A 14 mer heteropolymer was synthesized as a regular phosphodiester DNA (O), a phosphorothioate DNA (S), an unblocked 2′-O-methyl RNA (2′ om), a 2′-O-methyl RNA with 3′ and 5′ butanol blocked ends (B2′ om), and a phosphorothioate chimera having four 2′-O-methyl phosphorothioate bases on either side of 6 interior phosphorothioate DNA bases (SD). They were purified, desalted, lyophilized, and dissolved at 300 A260 per ml in sterile water. Samples were removed and diluted 1 to 4 with 0.1 N HCl to give a final pH of approximately 1.5, and placed in a heat block at 39° C. Aliquots were taken at the times indicated and diluted 1:20 into a solution of 0.025 M NaOH and 0.03 M NaCl, and were run on an analytical HPLC under strongly denaturing conditions on an anion exchange column. Initially all but the end-blocked 2′-O-methyl RNA solutions became cloudy upon addition of the HCl. Upon heating, both the phosphodiester DNA and the unblocked 2′-O-methyl RNA became clear. The two oligonucleotides with phosphorothioate linkages appeared cloudy until about 2 hours when they slowly began to clear as they decomposed.
The 2′-O-methyl oligonucleotides, both unblocked and blocked, are far more stable than the corresponding phosphodiester, phosphorothioate, or a mixed 2′-O-methyl phosphorothioate structure that Agrawal et al. recommended to increase bioavailability.
A 14 mer heteropolymer was synthesized as a regular phosphodiester DNA, a phosphorothioate DNA, an unblocked 2′-O-methyl RNA, and a 2′-O-methyl RNA with 3′ and 5′ butanol blocked ends. They were purified, desalted, lyophilized, and dissolved at 300 A260 per ml in sterile water. Samples were removed, diluted into human serum (Sigma, H 2520), and incubated at 37° C. Aliquots were taken at 2 and 4 days and diluted and filtered before being run on an analytical HPLC under strongly denaturing conditions on an anion exchange column.
While the present invention has been described with reference to the specific embodiments thereof, it should be understood by those skilled in the art that various changes may be made and equivalents may be substituted without departing from the true spirit and scope of the invention. In addition, many modifications may be made to adapt a particular situation, material, composition of matter, process, process step or steps, to the objective, spirit and scope of the present invention. All such modifications are intended to be within the scope of the claims appended hereto.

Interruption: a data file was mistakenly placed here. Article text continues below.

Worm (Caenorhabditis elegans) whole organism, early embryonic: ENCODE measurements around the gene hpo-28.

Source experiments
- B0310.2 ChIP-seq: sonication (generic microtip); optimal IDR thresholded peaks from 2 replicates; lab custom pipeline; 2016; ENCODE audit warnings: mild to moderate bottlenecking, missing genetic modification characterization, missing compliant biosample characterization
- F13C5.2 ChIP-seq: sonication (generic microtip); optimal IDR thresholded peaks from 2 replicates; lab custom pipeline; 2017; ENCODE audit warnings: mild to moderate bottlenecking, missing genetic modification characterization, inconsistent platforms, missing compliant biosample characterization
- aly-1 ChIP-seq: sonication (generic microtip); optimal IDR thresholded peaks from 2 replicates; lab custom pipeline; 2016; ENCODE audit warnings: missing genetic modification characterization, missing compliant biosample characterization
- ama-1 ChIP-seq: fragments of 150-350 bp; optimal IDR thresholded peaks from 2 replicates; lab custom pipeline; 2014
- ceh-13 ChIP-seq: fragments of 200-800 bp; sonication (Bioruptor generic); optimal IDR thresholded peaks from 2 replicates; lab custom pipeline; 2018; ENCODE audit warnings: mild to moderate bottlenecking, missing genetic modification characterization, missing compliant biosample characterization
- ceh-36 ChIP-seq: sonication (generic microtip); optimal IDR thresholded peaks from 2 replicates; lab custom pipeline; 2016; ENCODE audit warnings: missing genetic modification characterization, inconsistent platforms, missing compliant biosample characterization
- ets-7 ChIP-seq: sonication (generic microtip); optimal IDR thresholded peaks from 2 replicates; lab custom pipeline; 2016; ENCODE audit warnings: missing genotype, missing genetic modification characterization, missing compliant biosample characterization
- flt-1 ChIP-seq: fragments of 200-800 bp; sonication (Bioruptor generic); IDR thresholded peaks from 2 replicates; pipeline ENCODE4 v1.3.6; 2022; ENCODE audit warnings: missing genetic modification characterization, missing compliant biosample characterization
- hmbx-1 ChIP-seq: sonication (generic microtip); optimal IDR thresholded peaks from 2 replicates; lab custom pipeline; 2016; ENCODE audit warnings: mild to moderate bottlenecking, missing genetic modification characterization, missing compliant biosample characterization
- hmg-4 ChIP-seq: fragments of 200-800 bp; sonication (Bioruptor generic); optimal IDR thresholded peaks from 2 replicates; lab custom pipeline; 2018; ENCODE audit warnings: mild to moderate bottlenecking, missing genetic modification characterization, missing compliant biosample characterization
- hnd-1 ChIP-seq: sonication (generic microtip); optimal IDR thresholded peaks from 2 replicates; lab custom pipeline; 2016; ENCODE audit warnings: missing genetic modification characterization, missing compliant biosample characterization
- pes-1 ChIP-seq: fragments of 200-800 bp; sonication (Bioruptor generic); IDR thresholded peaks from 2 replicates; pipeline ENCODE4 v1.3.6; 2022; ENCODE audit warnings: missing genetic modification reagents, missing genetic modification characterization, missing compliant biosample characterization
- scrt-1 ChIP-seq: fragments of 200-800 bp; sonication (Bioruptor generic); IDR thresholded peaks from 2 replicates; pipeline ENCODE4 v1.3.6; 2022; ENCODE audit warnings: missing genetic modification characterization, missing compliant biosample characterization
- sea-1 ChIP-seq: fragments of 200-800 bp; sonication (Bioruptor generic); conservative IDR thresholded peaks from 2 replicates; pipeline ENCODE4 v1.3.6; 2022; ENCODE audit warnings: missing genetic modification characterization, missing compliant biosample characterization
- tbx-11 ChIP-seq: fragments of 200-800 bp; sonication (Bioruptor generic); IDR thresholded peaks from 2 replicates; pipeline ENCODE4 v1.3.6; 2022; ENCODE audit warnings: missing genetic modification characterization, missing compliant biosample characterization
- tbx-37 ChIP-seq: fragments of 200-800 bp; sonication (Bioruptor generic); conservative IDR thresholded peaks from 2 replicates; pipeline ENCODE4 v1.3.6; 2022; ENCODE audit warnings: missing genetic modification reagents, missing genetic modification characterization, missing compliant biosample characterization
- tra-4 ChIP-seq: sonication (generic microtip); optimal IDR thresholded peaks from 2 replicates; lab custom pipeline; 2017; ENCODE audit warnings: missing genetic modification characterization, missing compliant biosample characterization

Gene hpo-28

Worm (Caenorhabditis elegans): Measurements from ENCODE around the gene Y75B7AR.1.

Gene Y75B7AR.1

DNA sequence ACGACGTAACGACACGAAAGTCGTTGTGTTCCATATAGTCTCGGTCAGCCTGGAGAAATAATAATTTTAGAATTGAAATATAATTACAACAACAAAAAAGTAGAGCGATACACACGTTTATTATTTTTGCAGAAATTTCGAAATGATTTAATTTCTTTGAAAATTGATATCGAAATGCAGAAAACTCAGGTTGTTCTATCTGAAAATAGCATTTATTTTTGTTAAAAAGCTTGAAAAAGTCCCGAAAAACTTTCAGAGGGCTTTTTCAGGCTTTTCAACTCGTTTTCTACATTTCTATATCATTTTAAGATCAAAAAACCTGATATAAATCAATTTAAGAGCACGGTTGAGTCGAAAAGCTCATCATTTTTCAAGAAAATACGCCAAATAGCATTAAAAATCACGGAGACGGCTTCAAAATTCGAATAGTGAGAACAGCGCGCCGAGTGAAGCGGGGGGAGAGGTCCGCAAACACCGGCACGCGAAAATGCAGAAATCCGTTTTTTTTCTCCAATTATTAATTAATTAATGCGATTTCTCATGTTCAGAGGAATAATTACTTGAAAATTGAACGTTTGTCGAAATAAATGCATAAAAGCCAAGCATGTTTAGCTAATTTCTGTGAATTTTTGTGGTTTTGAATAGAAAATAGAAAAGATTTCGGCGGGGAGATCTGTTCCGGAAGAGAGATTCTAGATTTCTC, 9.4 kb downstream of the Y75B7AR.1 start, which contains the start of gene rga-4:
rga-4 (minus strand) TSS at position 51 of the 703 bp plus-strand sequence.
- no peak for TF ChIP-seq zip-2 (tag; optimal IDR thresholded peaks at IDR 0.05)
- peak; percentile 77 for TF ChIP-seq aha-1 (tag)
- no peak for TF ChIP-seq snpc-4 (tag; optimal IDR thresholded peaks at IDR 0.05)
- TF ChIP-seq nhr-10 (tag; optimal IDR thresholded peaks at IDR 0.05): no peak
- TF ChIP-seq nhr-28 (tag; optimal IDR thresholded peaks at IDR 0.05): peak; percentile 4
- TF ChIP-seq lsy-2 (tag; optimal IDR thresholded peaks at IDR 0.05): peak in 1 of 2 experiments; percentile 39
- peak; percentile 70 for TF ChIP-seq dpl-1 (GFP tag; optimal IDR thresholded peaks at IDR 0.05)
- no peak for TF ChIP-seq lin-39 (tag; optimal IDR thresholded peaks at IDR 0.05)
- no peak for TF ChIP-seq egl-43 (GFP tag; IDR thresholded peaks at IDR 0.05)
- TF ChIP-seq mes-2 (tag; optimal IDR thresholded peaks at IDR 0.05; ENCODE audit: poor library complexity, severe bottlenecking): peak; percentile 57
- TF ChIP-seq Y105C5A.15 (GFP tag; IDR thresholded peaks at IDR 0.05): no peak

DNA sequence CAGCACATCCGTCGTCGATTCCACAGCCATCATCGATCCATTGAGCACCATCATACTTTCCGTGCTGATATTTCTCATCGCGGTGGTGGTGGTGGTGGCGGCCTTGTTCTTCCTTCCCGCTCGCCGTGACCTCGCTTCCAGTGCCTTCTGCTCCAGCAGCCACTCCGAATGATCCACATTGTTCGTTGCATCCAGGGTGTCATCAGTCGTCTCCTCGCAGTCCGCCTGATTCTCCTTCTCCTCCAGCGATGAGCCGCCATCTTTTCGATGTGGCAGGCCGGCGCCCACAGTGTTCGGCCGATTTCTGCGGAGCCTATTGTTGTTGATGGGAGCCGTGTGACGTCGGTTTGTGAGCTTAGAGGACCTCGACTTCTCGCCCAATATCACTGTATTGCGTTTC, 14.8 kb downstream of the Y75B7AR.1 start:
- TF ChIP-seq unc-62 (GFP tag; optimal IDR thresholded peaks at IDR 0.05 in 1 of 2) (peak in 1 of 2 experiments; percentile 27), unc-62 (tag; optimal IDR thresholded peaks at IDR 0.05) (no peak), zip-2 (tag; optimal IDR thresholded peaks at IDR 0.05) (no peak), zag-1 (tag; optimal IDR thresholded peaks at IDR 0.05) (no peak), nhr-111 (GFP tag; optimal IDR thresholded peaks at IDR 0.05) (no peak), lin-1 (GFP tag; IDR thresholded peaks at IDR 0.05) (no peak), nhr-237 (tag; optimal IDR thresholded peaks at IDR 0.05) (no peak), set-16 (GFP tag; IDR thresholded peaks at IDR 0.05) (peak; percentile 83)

A 2′-OMe RNA oligo 150-mer (SEQ ID NO:3) was captured using a 15-mer 2′-OMe oligo tethered through biotin-streptavidin onto a white 96-well plate. Observations were taken of individual 2′-OMe 12-mers complementary to portions of the 150-mer labeled on the 5′-end with Oregon Green 488. Once the signal levels were obtained for single sequences, various combinations of the 12-mers were used to determine whether the fluorescence signal from the probes was additive. The sequences of these probes were chosen at 12-base steps through the sequence of the 150-mer. Results were as follows:
Using several probes results in an additive signal effect, as can be seen by comparing the signal with the single sequences with the signal obtained using combinations of sequences. The actual signal only varies from between 2.6 and 4.4% of the signal calculated by adding up then obtained single signal levels. This indicates that the binding efficiency of each 12-mer is specific and reproducible in an array-type environment.
While the present invention has been described with reference to the specific embodiments thereof, it should be understood by those skilled in the art that various changes may be made and equivalents may be substituted without departing from the true spirit and scope of the invention. In addition, many modifications may be made to adapt a particular situation, material, composition of matter, process, process step or steps, to the objective, spirit and scope of the present invention. All such modifications are intended to be within the scope of the claims appended hereto.